Woodnewton- A Learning Community

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Rowlett Road
Corby
NN17 2NU
01536265173
Bust
Pupils
953
Cake
Ages
2 - 11
Gender
Gender
Mixed
Building
Type
Academy - Converter mainstream
Mr ofsted
4 1 1 2 3 4
NATIONAL AVG. 2.06
Ofsted Report
(17/7/18)
View Report - All Reports
47%
NATIONAL AVG. 65%
% pupils meeting the expected standard in reading, writing and mathematics
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School Description

The academy is significantly larger than the average-sized primary school. It converted to become an academy on 1 June 2012 and is now the lead member of the ‘Woodnewton Multi-academy Trust. When its predecessor school, Woodnewton –a learning community, was last inspected it was judged to be good. About one sixth of pupils are supported by the pupil premium. This proportion is average. The pupil premium is additional government funding for pupils known to be eligible for free school meals and for children who are looked after by the local authority. These pupils are referred to in this report as ‘disadvantaged pupils’. Around one in ten pupils is disabled or has special educational needs. This proportion is similar to that found nationally. Most pupils are from a White British heritage. The academy has a Nurture Unit for up to 10 children from the age of 4 to 8. This is specially resourced provision for disabled pupils and those who have special educational needs. It caters for children who require additional support for their social, emotional and behavioural needs who do not have a statement of special educational need. The aim of the provision is to provide the support these pupils need to be able to return to mainstream classes. The Early Years Foundation Stage includes a part-time Nursery as well as four full-time Reception classes. The academy provides access to additional provision before and after school. There is also a Children's Centre on the same site, which is inspected separately. The academy meets the government’s current floor standards, which are the minimum expectations for pupils’ attainment and progress What does the school need to do to improve further? Ensure that a greater proportion of disadvantaged pupils make rapid progress and attain standards that are similar to their classmates by: reviewing the effectiveness of current strategies used to support these pupils and ensuring those responsible for governance are clear where their responsibilities lie with regard to these pupils. Ensure that a higher proportion of pupils in Key Stage 2 are making the best possible progress, especially in writing and mathematics by: providing more opportunities for pupils to write at length and imaginatively in all classes encouraging pupils to use their mathematical skills more frequently across other subjects and contexts so that they have the opportunity to test and improve their understanding of calculation and mathematical concepts improving the consistency of teachers’ marking and feedback so that they are always detailed enough to help pupils to improve their work.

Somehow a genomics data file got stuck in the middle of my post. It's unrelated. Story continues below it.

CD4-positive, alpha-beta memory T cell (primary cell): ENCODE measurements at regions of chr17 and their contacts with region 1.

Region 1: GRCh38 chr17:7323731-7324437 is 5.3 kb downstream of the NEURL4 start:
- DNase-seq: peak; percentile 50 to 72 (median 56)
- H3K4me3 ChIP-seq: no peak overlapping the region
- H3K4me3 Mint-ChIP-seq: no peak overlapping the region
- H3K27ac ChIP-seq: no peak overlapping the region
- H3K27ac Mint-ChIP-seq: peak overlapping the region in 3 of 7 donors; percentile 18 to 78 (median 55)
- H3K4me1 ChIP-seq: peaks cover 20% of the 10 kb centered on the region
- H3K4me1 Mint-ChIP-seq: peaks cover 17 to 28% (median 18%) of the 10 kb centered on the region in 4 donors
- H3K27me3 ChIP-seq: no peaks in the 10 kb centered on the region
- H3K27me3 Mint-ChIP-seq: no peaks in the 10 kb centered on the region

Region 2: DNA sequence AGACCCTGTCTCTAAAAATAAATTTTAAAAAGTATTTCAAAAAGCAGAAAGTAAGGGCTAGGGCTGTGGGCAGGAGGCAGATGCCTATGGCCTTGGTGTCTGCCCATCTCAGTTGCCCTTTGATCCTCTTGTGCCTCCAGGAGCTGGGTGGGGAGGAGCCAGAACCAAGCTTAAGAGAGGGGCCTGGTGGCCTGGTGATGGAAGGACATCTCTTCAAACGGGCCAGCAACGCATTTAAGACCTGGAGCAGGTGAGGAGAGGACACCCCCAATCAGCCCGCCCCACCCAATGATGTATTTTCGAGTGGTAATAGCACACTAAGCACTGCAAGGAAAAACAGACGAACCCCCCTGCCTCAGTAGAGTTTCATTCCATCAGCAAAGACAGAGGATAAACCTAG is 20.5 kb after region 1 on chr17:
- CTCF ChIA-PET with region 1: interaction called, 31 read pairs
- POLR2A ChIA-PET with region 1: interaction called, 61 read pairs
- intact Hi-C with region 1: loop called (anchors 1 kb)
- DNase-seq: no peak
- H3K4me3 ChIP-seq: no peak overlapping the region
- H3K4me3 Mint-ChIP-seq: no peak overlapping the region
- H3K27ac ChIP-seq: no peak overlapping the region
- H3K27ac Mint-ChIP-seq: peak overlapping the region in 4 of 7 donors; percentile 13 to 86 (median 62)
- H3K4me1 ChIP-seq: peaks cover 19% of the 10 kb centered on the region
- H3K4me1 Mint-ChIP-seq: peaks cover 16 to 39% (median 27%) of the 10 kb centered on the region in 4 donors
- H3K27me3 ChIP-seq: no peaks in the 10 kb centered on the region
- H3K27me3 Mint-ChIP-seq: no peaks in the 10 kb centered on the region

Woodnewton- A Learning Community Catchment Area Map

This pupil heat map shows where pupils currently attending the school live.

Enter a postcode to see where you live on the map
heatmap example
Source:
All attending pupils
National School Census Data

Pupil heat map key

Thermometer
Many
Some
Few
0300 126 1000

This School Guide heat map has been plotted using official pupil data taken from the last School Census collected by the Department for Education. It is a visualisation of where pupils lived at the time of the last School Census (released annually in July).

Our heat maps use groups of postcodes, not individual postcodes, and have naturally soft edges. All pupils are included in the mapping (i.e. children with siblings already at the school, high priority pupils and selective and/or religious admissions) but we may have removed statistical ‘outliers’ with more remote postcodes that do not reflect majority admissions.

For some schools, the heat map may be a useful indicator of the catchment area but our heat maps are not the same as catchment area maps. Catchment area maps, published by the school or local authority, are based on geographical admissions criteria and show actual cut-off distances and pre-defined catchment areas for a single admission year.

This information is provided as a guide only. The areas from which pupils are admitted to a school can change from year to year to reflect the number of siblings and pupils admitted under high priority admissions criteria.

3 steps to help parents gather catchment information for a school:

  1. Look at our heat maps. They give a useful indicator of the general areas that admit pupils to the school. This visualisation is based on all attending pupils present at the time of the last School Census.
  2. Use the link to the Local Authority Contact (above) to find catchment area information based on a single admission year. This is very important if you are considering applying to a school.
  3. On each school page, use the link to visit the school website and find information on individual school admissions criteria. Geographical criteria are only applied after pupils have been admitted on higher priority criteria such as Looked After Children, SEN, siblings, etc.

See Pupil heat maps FAQs for more information about the source of pupil heat map data.

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